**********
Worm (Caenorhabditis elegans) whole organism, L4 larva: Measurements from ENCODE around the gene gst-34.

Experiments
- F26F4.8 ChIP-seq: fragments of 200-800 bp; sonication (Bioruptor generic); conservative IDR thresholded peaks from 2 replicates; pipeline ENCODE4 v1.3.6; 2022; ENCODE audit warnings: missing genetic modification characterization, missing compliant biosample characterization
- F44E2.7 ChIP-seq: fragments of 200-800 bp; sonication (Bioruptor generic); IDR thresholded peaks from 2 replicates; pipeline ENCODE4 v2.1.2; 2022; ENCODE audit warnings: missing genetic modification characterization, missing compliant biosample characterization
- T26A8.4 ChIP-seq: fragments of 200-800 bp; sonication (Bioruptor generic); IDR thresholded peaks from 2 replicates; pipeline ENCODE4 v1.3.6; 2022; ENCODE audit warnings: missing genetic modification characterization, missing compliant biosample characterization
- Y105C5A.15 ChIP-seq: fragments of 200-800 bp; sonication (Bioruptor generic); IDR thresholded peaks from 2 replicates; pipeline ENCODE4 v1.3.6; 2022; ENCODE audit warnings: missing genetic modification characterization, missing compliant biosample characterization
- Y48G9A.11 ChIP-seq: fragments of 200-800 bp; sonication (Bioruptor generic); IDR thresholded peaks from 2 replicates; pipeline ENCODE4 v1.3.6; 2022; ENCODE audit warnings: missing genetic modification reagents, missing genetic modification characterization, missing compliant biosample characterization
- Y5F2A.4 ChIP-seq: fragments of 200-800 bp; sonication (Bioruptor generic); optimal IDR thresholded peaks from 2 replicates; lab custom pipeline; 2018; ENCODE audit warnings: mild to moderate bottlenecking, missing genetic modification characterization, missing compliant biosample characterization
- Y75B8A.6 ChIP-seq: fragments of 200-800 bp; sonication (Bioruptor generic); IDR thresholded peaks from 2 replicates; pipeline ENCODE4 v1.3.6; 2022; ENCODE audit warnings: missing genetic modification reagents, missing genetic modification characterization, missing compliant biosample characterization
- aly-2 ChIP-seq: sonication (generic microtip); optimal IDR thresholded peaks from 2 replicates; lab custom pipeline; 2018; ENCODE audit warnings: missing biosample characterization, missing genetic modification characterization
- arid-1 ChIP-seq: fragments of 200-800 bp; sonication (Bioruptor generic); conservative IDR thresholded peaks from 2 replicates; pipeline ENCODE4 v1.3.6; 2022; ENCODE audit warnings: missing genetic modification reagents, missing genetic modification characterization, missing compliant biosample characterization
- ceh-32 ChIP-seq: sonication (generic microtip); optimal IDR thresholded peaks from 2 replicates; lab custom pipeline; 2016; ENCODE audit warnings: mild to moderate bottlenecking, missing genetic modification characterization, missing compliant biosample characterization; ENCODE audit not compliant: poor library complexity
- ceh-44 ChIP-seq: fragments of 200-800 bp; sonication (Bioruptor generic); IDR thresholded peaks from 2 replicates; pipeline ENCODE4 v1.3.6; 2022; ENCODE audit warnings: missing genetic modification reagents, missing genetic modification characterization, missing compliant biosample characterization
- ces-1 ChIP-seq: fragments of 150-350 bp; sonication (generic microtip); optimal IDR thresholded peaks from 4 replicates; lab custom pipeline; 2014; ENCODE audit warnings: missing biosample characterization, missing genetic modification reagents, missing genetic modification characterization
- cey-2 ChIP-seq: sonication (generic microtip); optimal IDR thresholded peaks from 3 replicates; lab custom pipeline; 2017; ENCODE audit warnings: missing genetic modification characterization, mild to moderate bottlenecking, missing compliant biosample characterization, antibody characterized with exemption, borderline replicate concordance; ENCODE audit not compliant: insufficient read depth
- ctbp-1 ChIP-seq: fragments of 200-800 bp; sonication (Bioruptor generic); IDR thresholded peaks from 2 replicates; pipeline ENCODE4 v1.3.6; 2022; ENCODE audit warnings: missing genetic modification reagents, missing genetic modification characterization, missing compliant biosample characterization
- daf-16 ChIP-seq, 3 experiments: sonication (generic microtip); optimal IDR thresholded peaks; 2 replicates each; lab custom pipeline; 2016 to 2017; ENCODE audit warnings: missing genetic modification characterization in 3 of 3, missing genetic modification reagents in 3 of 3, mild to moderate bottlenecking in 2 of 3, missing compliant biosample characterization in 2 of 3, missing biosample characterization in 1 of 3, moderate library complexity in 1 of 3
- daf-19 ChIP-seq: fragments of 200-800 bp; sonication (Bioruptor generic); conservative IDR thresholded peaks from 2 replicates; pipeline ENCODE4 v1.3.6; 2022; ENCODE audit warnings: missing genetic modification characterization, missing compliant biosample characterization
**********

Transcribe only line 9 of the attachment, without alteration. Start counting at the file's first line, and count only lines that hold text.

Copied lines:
- Y75B8A.6 ChIP-seq: fragments of 200-800 bp; sonication (Bioruptor generic); IDR thresholded peaks from 2 replicates; pipeline ENCODE4 v1.3.6; 2022; ENCODE audit warnings: missing genetic modification reagents, missing genetic modification characterization, missing compliant biosample characterization